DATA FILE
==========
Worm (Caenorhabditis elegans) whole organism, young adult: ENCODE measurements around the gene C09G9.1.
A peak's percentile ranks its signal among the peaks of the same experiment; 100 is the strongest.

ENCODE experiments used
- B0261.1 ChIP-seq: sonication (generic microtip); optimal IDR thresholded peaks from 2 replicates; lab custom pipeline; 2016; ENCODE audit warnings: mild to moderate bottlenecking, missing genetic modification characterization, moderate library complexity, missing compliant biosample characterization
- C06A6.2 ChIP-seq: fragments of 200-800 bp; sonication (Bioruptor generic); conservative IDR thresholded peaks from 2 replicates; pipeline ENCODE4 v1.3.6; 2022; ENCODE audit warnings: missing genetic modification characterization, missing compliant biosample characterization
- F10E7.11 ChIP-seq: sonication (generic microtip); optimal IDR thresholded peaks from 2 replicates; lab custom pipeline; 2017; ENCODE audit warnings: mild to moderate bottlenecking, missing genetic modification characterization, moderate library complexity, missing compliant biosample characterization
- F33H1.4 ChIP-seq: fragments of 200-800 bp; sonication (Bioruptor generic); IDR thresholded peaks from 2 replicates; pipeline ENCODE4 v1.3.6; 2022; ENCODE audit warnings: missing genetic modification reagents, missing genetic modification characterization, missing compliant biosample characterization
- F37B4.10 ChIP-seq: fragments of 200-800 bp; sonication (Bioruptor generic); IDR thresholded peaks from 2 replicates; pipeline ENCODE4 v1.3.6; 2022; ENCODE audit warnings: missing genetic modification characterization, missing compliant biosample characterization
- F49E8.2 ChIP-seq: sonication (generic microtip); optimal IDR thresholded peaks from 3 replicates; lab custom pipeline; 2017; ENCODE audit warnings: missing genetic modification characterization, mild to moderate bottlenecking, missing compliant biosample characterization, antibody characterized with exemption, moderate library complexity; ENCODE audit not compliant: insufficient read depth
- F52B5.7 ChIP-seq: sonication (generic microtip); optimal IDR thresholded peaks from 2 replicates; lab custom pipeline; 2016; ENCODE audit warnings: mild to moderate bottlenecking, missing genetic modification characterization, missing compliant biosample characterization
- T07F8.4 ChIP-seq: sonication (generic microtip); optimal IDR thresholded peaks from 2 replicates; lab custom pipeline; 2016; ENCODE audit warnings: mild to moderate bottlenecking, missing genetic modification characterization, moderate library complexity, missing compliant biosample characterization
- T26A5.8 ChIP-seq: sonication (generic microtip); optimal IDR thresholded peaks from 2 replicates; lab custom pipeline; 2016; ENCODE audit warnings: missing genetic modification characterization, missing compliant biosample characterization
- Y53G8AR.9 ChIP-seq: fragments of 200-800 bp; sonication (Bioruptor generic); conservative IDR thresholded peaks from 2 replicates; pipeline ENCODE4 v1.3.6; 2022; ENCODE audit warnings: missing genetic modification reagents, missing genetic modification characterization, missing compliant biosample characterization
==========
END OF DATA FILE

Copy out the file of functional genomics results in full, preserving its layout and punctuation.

Worm (Caenorhabditis elegans) whole organism, young adult: ENCODE measurements around the gene C09G9.1.
A peak's percentile ranks its signal among the peaks of the same experiment; 100 is the strongest.

ENCODE experiments used
- B0261.1 ChIP-seq: sonication (generic microtip); optimal IDR thresholded peaks from 2 replicates; lab custom pipeline; 2016; ENCODE audit warnings: mild to moderate bottlenecking, missing genetic modification characterization, moderate library complexity, missing compliant biosample characterization
- C06A6.2 ChIP-seq: fragments of 200-800 bp; sonication (Bioruptor generic); conservative IDR thresholded peaks from 2 replicates; pipeline ENCODE4 v1.3.6; 2022; ENCODE audit warnings: missing genetic modification characterization, missing compliant biosample characterization
- F10E7.11 ChIP-seq: sonication (generic microtip); optimal IDR thresholded peaks from 2 replicates; lab custom pipeline; 2017; ENCODE audit warnings: mild to moderate bottlenecking, missing genetic modification characterization, moderate library complexity, missing compliant biosample characterization
- F33H1.4 ChIP-seq: fragments of 200-800 bp; sonication (Bioruptor generic); IDR thresholded peaks from 2 replicates; pipeline ENCODE4 v1.3.6; 2022; ENCODE audit warnings: missing genetic modification reagents, missing genetic modification characterization, missing compliant biosample characterization
- F37B4.10 ChIP-seq: fragments of 200-800 bp; sonication (Bioruptor generic); IDR thresholded peaks from 2 replicates; pipeline ENCODE4 v1.3.6; 2022; ENCODE audit warnings: missing genetic modification characterization, missing compliant biosample characterization
- F49E8.2 ChIP-seq: sonication (generic microtip); optimal IDR thresholded peaks from 3 replicates; lab custom pipeline; 2017; ENCODE audit warnings: missing genetic modification characterization, mild to moderate bottlenecking, missing compliant biosample characterization, antibody characterized with exemption, moderate library complexity; ENCODE audit not compliant: insufficient read depth
- F52B5.7 ChIP-seq: sonication (generic microtip); optimal IDR thresholded peaks from 2 replicates; lab custom pipeline; 2016; ENCODE audit warnings: mild to moderate bottlenecking, missing genetic modification characterization, missing compliant biosample characterization
- T07F8.4 ChIP-seq: sonication (generic microtip); optimal IDR thresholded peaks from 2 replicates; lab custom pipeline; 2016; ENCODE audit warnings: mild to moderate bottlenecking, missing genetic modification characterization, moderate library complexity, missing compliant biosample characterization
- T26A5.8 ChIP-seq: sonication (generic microtip); optimal IDR thresholded peaks from 2 replicates; lab custom pipeline; 2016; ENCODE audit warnings: missing genetic modification characterization, missing compliant biosample characterization
- Y53G8AR.9 ChIP-seq: fragments of 200-800 bp; sonication (Bioruptor generic); conservative IDR thresholded peaks from 2 replicates; pipeline ENCODE4 v1.3.6; 2022; ENCODE audit warnings: missing genetic modification reagents, missing genetic modification characterization, missing compliant biosample characterization